In the present study, performance at an UFOV test was impaired after sleep deprivation, which is in line with a previous study assessing these effects on performance in the UFOV while driving in a simulator . The UFOV test seems a promising screening tool to assess drug induced impairment, although no significant effects were found in a previous study with alcohol reaching a clinically relevant blood alcohol level of 0.48 g/L . Further research should therefore assess the sensitivity of the UFOV test to the specific effects of sedative drugs.
The ANT was also one of the most sensitive tests after sleep deprivation in the current study. The sensitivity of the ANT after sleep deprivation is in line with previous studies  . Although total reaction time and the conflict effect were affected, the orienting and alerting effects were not increased after sleep deprivation. Thus, overall performance at the ANT is sensitive to the impairing effects of sedation, while specific effects at the networks of attention are less sensitive to indicate impairment. Furthermore, no effects of an alcohol dose reaching a clinically relevant level of 0.5 g/L were found in a previous study . In addition, the ANT has a relative long duration (i.e. 20 min). Thus, other tests with a shorter duration measuring reaction time could be preferred to screen for relevant impairment.
The DSST, DT, and PBT were sensitive to the impairing effects of one night of sleep deprivation, but effect sizes were only modest. In these tests, performance slightly improved in the morning, as effect sizes were lower after 26 hours of wakefulness compared with effect sizes after 20 hours of wakefulness. This finding of a slight improvement in the morning was previously indicated in a cognitive psychomotor task . This could be due to circadian effects, as assessing performance at 11:00 am is at a more favorable circadian phase compared to 5:00 am . Therefore, the time of day should be considered when using these tests as screening tools to assess drug induced impairment.
A potential limitation of the use of laboratory tasks to assess driving impairment is their lack of validity for measuring driving and predicting accident risk . The present study found relatively high correlations between performance changes in the PVT and changes in the highway driving test due to sleep deprivation. In contrast, analysis of drug induced impairment found only modest correlations , . The high correlations found in the present study could be explained by the type of task and the type of manipulation. Regarding the type of task, both the PVT and the highway driving task require the ability to sustain attention over a longer period. In addition, both tests are known to be very sensitive to the effects of sleep deprivation , . Correlations tend to increase with stronger impairing effects, as shown by drug studies , . Drugs may have different or more subtle effects than a night of sleep deprivation. In addition, safe driving does not only depend on the ability to remain vigilant. Further studies should therefore be conducted to determine the ability of the PVT and other tasks to detect clinically relevant drug induced impairment.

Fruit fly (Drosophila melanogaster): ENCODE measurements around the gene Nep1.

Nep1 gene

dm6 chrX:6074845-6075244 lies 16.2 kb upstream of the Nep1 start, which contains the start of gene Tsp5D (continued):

To summarize, largest effects of sleep deprivation were found on performance in the PVT, DAT, ANT and UFOV. These effects were comparable to or larger than the effect on SDLP in the highway driving test. Furthermore, these tests were minimally influenced by circadian effects, as performance impairment was larger at 11:00 am compared with 5:00 am during sleep deprivation. In addition, performance changes in the PVT, DAT and ANT correlated significantly with changes in SDLP. Performance changes in the UFOV did not correlate with changes in driving and the duration of the ANT is considerably long compared with the other tests. The PVT and DAT seem therefore more preferable than the UFOV and the ANT.
According to the present study, effects of clinically relevant levels of drowsiness as induced by one night of sleep deprivation can be used as minimally relevant effects of impairment. One limitation of the implications of the present study is, however, that sleep deprivation, alcohol, and sedative drugs have qualitatively differences , . Sedative drugs could have more specific effects on simple laboratory tests. Further studies with a double-blind, placebo-controlled, cross-over design examining the effects of benchmark sedative drugs are helpful to assess the sensitivity of laboratory tests to the potentially impairing effects and whether specific tests can predict drug induced driving impairment.